Join The New Protest Movement – Fiscal Rebellion

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Afternoon all,

The Budget’s off. This is very good news for the RF team’s workload. But it is very bad news for democracy, if the election’s still on. That’s because no Budget means no updated Office for Budget Responsibility forecasts for our economy and public finances – forecasts that should provide crucial context for the promises parties make. This is especially prescient given the recent news of higher borrowing here at home, and slower growth globally.

The government could, and should, allow the OBR to publish the forecasts they’ve already prepared. The “set the forecasts free” Fiscal Rebellion protest starts now. It’s going to make the climate change versions look tame. Shout along with us: “What do we want; independent forecasts. When do we want them; well ahead of polling day.”

Have a good weekend,

Chief Executive
Resolution Foundation

Climb it. What does climbing El Capitan (a stunning, but huge cliff in Yosemite, California) without a rope in sight tell us about economic growth? That’s question asked in this great blog inspired by the film Free Solo (highly recommended). The answer: machines are not the only engines of economic growth. Humans creating and sharing knowledge about how to climb ever more extreme routes has made huge vertical progress possible – and the same drives much economic growth, but often gets ignored amid all the tech fetishising. Well worth your time – and not just for the surprisingly large group of us that really like economics AND climbing.

Foot off the (debt) brake. Fiscal Rebellion is already spreading across Europe – with policymakers turning on their own inventions. The Financial Times (£ but free in Irish Times ) reports that Christian Kastrop, an ex-German finance ministry official, has publicly turned on Germany’s ‘debt brake’, a policy he co-authored. The ‘brake’ enforces strict fiscal discipline, committing the German government to borrowing of below 0.35 per cent of GDP. Kastrop has now joined the growing consensus, including Mario Draghi and Olivier Blanchard, arguing that with interest rates at historically low levels now is the time to invest in infrastructure and tackling climate change. But because of the very rule Kastrop helped create, this would require a two-thirds majority to amend the German constitution. Instead, there is talk of circumventing the debt rule by creating an off balance sheet ‘shadow budget’. Thankfully, the UK has fewer constitutional barriers to adapting our fiscal framework. We’ll publish our plan for a new fiscal framework for the UK on Tuesday.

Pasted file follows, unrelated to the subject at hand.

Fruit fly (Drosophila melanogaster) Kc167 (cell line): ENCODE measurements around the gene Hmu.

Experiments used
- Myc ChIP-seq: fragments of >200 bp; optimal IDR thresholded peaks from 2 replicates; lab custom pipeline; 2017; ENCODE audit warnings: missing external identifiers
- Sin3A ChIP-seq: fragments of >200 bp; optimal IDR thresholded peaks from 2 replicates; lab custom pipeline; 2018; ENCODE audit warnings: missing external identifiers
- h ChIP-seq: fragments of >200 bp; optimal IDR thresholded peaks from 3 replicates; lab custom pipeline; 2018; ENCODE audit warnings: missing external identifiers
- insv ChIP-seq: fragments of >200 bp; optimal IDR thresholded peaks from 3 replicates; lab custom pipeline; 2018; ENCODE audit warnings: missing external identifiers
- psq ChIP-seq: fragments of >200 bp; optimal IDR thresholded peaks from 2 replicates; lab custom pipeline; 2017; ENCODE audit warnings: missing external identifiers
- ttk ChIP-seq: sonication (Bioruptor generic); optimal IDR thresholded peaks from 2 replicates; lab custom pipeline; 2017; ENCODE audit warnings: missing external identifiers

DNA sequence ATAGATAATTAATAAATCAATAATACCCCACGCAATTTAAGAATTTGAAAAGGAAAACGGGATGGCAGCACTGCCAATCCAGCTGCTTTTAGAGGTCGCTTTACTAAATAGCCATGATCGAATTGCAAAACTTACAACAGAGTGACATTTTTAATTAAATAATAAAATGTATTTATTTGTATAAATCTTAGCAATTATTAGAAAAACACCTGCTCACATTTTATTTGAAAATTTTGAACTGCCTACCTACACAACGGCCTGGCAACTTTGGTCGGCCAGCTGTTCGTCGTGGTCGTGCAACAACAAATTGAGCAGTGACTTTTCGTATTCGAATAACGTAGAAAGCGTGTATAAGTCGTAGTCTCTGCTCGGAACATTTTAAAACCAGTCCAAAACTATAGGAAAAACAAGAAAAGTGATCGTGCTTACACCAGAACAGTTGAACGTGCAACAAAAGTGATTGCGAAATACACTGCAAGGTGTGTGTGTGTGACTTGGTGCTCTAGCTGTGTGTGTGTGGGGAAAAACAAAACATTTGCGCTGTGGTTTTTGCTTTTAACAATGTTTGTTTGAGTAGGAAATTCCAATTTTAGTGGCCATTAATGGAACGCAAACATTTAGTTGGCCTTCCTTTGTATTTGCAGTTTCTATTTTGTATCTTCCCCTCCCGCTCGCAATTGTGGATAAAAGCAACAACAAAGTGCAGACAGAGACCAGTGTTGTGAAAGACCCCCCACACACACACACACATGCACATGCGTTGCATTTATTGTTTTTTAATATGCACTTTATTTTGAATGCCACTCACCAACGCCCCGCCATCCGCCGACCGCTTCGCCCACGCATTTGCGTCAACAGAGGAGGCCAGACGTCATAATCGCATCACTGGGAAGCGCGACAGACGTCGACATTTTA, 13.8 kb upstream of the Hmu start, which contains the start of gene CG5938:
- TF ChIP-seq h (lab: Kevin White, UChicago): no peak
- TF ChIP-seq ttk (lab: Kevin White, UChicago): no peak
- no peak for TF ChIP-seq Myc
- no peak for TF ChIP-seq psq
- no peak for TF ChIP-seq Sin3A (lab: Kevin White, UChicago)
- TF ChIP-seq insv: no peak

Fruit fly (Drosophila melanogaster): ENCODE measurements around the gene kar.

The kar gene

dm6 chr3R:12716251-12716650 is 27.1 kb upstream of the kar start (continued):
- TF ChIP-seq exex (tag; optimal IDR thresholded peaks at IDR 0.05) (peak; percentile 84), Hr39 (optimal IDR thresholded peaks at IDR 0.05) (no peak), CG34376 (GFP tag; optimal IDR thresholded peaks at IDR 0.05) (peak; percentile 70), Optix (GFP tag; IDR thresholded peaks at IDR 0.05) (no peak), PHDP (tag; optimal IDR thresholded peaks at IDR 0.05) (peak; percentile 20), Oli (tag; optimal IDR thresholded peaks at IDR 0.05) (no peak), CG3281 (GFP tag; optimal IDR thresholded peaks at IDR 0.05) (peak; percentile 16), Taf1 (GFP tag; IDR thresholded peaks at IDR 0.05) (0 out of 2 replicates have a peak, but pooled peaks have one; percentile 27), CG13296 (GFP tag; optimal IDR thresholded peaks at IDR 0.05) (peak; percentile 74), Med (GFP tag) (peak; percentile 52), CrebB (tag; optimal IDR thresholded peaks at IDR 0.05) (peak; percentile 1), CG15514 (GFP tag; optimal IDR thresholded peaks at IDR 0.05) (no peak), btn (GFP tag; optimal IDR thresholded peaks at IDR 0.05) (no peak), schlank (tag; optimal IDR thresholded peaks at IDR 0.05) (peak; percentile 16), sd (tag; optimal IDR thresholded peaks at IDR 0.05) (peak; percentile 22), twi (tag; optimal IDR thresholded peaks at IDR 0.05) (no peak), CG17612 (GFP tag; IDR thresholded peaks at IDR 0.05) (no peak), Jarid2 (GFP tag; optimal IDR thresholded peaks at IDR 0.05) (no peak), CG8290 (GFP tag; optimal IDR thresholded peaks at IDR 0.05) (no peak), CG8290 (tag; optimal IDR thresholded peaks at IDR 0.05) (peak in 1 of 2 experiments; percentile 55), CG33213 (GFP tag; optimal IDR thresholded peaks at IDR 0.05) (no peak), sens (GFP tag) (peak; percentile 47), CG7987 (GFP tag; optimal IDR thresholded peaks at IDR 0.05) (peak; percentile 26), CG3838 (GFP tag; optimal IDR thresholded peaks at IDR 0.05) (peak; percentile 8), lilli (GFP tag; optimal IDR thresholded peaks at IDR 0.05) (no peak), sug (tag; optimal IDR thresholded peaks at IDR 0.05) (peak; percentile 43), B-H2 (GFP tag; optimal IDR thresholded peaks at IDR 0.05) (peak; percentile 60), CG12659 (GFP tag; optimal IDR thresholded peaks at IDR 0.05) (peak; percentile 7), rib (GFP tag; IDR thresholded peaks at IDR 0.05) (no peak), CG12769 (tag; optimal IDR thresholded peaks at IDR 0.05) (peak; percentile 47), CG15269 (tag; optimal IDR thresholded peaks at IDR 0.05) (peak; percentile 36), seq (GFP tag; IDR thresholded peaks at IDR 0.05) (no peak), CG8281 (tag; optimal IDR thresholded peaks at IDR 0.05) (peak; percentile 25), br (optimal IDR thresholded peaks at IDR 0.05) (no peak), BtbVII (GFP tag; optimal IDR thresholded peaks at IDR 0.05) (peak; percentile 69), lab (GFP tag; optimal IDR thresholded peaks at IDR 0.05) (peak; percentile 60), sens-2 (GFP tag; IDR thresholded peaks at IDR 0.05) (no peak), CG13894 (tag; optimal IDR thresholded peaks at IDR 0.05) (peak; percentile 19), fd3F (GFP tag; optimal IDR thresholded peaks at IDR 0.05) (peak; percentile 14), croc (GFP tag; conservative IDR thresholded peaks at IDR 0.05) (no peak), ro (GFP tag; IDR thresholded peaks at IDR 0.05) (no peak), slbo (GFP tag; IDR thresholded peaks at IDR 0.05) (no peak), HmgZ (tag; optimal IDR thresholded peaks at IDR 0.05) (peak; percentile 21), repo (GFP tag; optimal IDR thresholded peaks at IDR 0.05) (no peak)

Growth-stifling inequality. ‘A rising tide can’t lift all boats when some can’t even get launched’, argues Heather Boushey’s new book Unbound: How inequality constricts our economy and what we can do about it (the cash- or time-strapped among us can read the New Yorker review). Heather, previously of team Hilary and now part of a reinvigorated economic thinking on the US left, delves into the effects of inequality on economic outcomes and makes the case for measures of inequality to be taken seriously as headline economic indicators like GDP. She argues that far from there being a trade-off between efficiency and equity, inequalities of race, gender and geography actively stifle economic growth. For more join us at RF (or via live stream) on 12 November for the book launch.